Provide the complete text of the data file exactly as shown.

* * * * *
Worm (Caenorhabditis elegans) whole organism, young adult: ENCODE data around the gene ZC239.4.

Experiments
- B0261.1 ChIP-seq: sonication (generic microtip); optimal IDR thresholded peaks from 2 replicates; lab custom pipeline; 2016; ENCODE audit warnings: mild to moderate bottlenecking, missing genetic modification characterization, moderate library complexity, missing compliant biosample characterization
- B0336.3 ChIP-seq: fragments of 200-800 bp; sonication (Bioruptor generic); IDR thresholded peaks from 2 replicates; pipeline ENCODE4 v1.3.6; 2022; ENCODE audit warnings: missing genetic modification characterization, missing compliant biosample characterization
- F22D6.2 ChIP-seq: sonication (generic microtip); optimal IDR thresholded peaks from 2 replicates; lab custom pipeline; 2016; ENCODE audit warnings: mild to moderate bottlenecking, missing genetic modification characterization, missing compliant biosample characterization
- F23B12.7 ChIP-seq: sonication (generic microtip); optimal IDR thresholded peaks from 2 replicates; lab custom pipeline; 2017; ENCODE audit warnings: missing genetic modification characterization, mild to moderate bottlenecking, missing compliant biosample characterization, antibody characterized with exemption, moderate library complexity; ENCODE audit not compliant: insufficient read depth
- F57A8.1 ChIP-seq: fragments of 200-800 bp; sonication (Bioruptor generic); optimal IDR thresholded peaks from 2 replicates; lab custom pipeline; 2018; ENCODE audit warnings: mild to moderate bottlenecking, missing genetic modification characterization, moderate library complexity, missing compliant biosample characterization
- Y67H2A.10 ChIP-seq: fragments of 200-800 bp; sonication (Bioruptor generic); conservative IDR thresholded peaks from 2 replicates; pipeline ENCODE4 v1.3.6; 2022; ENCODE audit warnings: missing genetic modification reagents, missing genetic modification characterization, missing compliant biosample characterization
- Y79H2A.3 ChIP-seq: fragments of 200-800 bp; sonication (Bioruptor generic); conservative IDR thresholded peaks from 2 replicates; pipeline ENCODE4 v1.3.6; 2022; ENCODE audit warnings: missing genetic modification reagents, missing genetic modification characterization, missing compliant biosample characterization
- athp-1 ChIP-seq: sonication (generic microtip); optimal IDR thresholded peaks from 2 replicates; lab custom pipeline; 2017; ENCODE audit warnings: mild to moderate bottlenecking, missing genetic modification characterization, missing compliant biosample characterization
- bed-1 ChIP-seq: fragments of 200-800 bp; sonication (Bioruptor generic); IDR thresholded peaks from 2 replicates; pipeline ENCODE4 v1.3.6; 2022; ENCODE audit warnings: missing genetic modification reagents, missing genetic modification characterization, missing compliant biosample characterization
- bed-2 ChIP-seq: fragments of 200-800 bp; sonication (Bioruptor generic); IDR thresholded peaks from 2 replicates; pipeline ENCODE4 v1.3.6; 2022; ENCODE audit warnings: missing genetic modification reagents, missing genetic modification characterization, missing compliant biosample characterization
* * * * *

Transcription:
Worm (Caenorhabditis elegans) whole organism, young adult: ENCODE data around the gene ZC239.4.

Experiments
- B0261.1 ChIP-seq: sonication (generic microtip); optimal IDR thresholded peaks from 2 replicates; lab custom pipeline; 2016; ENCODE audit warnings: mild to moderate bottlenecking, missing genetic modification characterization, moderate library complexity, missing compliant biosample characterization
- B0336.3 ChIP-seq: fragments of 200-800 bp; sonication (Bioruptor generic); IDR thresholded peaks from 2 replicates; pipeline ENCODE4 v1.3.6; 2022; ENCODE audit warnings: missing genetic modification characterization, missing compliant biosample characterization
- F22D6.2 ChIP-seq: sonication (generic microtip); optimal IDR thresholded peaks from 2 replicates; lab custom pipeline; 2016; ENCODE audit warnings: mild to moderate bottlenecking, missing genetic modification characterization, missing compliant biosample characterization
- F23B12.7 ChIP-seq: sonication (generic microtip); optimal IDR thresholded peaks from 2 replicates; lab custom pipeline; 2017; ENCODE audit warnings: missing genetic modification characterization, mild to moderate bottlenecking, missing compliant biosample characterization, antibody characterized with exemption, moderate library complexity; ENCODE audit not compliant: insufficient read depth
- F57A8.1 ChIP-seq: fragments of 200-800 bp; sonication (Bioruptor generic); optimal IDR thresholded peaks from 2 replicates; lab custom pipeline; 2018; ENCODE audit warnings: mild to moderate bottlenecking, missing genetic modification characterization, moderate library complexity, missing compliant biosample characterization
- Y67H2A.10 ChIP-seq: fragments of 200-800 bp; sonication (Bioruptor generic); conservative IDR thresholded peaks from 2 replicates; pipeline ENCODE4 v1.3.6; 2022; ENCODE audit warnings: missing genetic modification reagents, missing genetic modification characterization, missing compliant biosample characterization
- Y79H2A.3 ChIP-seq: fragments of 200-800 bp; sonication (Bioruptor generic); conservative IDR thresholded peaks from 2 replicates; pipeline ENCODE4 v1.3.6; 2022; ENCODE audit warnings: missing genetic modification reagents, missing genetic modification characterization, missing compliant biosample characterization
- athp-1 ChIP-seq: sonication (generic microtip); optimal IDR thresholded peaks from 2 replicates; lab custom pipeline; 2017; ENCODE audit warnings: mild to moderate bottlenecking, missing genetic modification characterization, missing compliant biosample characterization
- bed-1 ChIP-seq: fragments of 200-800 bp; sonication (Bioruptor generic); IDR thresholded peaks from 2 replicates; pipeline ENCODE4 v1.3.6; 2022; ENCODE audit warnings: missing genetic modification reagents, missing genetic modification characterization, missing compliant biosample characterization
- bed-2 ChIP-seq: fragments of 200-800 bp; sonication (Bioruptor generic); IDR thresholded peaks from 2 replicates; pipeline ENCODE4 v1.3.6; 2022; ENCODE audit warnings: missing genetic modification reagents, missing genetic modification characterization, missing compliant biosample characterization